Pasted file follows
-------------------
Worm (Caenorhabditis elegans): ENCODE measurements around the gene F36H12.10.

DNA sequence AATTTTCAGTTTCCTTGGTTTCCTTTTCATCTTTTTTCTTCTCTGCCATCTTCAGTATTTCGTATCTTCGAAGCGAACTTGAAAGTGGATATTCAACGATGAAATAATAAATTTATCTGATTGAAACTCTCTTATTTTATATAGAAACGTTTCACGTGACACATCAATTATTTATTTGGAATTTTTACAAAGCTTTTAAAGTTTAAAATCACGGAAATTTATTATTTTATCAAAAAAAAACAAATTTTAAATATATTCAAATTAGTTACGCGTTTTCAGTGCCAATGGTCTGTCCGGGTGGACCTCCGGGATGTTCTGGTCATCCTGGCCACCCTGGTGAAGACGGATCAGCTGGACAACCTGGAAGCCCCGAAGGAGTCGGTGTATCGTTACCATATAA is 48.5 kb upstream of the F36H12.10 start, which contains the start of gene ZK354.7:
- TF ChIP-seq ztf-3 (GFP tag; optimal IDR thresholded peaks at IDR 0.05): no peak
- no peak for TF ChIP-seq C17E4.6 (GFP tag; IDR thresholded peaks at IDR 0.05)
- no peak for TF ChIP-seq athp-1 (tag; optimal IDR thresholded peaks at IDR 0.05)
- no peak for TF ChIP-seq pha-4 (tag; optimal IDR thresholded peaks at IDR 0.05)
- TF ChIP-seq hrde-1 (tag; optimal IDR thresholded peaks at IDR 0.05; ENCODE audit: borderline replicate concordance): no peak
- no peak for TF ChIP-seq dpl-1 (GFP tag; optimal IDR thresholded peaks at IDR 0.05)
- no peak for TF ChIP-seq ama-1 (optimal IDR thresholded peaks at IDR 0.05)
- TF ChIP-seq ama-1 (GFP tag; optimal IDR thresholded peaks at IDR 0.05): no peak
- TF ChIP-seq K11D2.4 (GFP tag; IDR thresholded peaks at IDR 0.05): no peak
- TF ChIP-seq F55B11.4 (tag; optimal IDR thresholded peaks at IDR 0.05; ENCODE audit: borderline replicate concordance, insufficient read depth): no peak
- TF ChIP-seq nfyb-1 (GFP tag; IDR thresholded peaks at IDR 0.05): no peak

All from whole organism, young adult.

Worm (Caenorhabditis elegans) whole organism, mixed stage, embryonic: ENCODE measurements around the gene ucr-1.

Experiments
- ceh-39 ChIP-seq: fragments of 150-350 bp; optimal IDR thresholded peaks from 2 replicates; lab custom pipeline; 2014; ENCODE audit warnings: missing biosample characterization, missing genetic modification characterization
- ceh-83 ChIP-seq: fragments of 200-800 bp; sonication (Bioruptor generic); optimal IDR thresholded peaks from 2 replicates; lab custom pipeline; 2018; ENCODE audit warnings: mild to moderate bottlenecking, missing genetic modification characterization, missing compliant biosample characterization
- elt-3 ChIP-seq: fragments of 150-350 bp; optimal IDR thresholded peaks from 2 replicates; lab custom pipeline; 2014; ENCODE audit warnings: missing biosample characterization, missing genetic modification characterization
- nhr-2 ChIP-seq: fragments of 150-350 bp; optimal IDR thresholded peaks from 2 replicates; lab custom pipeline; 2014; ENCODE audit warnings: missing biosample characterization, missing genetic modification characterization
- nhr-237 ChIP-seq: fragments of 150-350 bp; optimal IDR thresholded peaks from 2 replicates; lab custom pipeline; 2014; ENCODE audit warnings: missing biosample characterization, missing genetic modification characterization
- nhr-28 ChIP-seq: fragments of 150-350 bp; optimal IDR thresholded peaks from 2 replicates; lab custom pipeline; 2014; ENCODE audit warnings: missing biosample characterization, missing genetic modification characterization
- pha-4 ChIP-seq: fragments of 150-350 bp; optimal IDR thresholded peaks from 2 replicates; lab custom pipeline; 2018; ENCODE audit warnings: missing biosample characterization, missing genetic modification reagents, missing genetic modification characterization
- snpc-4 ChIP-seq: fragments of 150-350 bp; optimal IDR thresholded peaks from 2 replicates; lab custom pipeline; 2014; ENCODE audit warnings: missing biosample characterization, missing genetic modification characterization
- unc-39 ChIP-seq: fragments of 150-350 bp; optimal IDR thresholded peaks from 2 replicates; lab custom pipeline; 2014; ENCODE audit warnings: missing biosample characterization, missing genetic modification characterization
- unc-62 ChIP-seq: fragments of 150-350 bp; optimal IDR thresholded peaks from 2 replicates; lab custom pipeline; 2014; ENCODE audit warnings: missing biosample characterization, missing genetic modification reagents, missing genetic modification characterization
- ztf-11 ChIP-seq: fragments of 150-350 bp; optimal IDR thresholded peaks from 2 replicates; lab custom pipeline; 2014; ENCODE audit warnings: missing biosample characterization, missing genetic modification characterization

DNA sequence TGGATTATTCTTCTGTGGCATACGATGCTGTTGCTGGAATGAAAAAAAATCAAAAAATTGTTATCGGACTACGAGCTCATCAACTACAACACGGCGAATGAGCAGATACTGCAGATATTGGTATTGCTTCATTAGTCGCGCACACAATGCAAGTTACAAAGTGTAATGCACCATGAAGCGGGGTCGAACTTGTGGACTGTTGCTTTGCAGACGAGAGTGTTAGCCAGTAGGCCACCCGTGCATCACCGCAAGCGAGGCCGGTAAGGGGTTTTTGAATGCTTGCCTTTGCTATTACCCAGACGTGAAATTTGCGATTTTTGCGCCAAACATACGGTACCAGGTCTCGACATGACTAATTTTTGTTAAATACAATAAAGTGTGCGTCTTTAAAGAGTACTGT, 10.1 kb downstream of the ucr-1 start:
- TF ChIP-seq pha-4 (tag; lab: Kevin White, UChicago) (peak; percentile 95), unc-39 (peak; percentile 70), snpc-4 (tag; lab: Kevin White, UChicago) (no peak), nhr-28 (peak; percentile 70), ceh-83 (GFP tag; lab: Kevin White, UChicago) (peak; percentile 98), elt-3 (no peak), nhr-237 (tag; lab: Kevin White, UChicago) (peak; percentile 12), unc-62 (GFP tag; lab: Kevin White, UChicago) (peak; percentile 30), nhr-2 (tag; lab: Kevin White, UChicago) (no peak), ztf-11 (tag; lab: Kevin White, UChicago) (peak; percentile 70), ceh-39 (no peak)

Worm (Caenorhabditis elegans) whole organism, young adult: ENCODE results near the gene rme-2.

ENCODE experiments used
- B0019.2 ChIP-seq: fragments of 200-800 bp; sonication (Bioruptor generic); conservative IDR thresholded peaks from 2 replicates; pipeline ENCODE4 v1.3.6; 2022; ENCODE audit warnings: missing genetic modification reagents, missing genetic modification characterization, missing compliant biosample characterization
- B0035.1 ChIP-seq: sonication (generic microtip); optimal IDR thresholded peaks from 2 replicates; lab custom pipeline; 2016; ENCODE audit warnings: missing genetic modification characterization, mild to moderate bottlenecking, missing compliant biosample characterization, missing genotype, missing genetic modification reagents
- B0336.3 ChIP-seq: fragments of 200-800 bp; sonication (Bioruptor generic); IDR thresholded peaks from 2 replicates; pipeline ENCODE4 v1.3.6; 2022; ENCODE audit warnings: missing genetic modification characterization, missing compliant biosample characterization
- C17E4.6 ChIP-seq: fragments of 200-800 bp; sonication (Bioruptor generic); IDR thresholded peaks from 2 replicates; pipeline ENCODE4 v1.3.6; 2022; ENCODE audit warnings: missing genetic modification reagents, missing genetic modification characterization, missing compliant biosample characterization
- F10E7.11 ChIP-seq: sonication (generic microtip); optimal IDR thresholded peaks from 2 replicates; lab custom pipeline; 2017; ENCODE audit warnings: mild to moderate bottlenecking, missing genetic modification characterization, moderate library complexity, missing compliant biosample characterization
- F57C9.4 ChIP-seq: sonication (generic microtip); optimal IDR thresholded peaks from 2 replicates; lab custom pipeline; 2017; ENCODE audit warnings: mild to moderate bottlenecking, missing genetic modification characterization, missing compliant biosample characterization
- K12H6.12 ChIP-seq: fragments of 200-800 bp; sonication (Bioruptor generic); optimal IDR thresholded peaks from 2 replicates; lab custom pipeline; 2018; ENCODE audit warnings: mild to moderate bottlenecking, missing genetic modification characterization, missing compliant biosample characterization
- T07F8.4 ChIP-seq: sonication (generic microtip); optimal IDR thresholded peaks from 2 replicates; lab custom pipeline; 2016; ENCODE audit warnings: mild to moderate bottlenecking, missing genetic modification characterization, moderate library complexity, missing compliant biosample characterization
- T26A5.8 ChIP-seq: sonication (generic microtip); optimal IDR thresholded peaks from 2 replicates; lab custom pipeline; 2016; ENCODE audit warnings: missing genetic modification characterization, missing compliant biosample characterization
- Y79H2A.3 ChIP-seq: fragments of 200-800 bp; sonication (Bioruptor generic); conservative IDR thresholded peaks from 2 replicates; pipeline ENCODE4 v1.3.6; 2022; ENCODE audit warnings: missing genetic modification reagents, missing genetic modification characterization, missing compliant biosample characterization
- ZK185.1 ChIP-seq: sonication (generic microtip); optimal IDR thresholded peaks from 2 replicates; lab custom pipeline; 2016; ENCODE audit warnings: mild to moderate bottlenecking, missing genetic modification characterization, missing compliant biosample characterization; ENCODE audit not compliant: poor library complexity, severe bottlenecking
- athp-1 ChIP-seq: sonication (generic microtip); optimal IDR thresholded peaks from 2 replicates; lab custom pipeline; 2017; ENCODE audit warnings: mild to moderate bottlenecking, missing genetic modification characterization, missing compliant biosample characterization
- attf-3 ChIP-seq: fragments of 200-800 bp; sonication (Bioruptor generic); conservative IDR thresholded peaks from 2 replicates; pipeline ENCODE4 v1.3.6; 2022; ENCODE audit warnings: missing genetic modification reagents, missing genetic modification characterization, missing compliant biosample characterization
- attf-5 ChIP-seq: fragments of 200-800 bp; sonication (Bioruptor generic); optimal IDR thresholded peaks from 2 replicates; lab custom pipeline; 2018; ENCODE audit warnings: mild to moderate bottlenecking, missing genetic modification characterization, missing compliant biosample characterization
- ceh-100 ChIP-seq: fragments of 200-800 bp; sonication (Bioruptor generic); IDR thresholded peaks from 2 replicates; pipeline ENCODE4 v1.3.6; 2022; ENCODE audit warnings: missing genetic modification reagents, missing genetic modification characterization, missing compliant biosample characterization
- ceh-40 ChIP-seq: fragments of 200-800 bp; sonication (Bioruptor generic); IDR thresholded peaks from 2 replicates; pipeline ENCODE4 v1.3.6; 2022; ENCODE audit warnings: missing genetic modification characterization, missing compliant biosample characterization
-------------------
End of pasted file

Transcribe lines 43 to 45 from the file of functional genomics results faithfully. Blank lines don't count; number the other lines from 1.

- athp-1 ChIP-seq: sonication (generic microtip); optimal IDR thresholded peaks from 2 replicates; lab custom pipeline; 2017; ENCODE audit warnings: mild to moderate bottlenecking, missing genetic modification characterization, missing compliant biosample characterization
- attf-3 ChIP-seq: fragments of 200-800 bp; sonication (Bioruptor generic); conservative IDR thresholded peaks from 2 replicates; pipeline ENCODE4 v1.3.6; 2022; ENCODE audit warnings: missing genetic modification reagents, missing genetic modification characterization, missing compliant biosample characterization
- attf-5 ChIP-seq: fragments of 200-800 bp; sonication (Bioruptor generic); optimal IDR thresholded peaks from 2 replicates; lab custom pipeline; 2018; ENCODE audit warnings: mild to moderate bottlenecking, missing genetic modification characterization, missing compliant biosample characterization